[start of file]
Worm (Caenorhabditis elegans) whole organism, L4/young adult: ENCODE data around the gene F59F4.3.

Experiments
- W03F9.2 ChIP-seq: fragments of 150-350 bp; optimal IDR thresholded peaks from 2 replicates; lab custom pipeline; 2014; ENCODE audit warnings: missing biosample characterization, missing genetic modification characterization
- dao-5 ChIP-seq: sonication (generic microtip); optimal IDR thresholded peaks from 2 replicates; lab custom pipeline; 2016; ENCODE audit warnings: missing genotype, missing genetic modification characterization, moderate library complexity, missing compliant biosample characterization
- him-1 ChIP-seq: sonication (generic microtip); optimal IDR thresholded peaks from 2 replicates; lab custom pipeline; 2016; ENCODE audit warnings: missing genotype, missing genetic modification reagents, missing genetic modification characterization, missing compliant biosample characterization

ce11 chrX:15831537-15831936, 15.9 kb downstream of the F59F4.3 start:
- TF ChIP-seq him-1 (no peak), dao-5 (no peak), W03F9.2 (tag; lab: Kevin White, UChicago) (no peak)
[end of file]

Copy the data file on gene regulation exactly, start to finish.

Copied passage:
Worm (Caenorhabditis elegans) whole organism, L4/young adult: ENCODE data around the gene F59F4.3.

Experiments
- W03F9.2 ChIP-seq: fragments of 150-350 bp; optimal IDR thresholded peaks from 2 replicates; lab custom pipeline; 2014; ENCODE audit warnings: missing biosample characterization, missing genetic modification characterization
- dao-5 ChIP-seq: sonication (generic microtip); optimal IDR thresholded peaks from 2 replicates; lab custom pipeline; 2016; ENCODE audit warnings: missing genotype, missing genetic modification characterization, moderate library complexity, missing compliant biosample characterization
- him-1 ChIP-seq: sonication (generic microtip); optimal IDR thresholded peaks from 2 replicates; lab custom pipeline; 2016; ENCODE audit warnings: missing genotype, missing genetic modification reagents, missing genetic modification characterization, missing compliant biosample characterization

ce11 chrX:15831537-15831936, 15.9 kb downstream of the F59F4.3 start:
- TF ChIP-seq him-1 (no peak), dao-5 (no peak), W03F9.2 (tag; lab: Kevin White, UChicago) (no peak)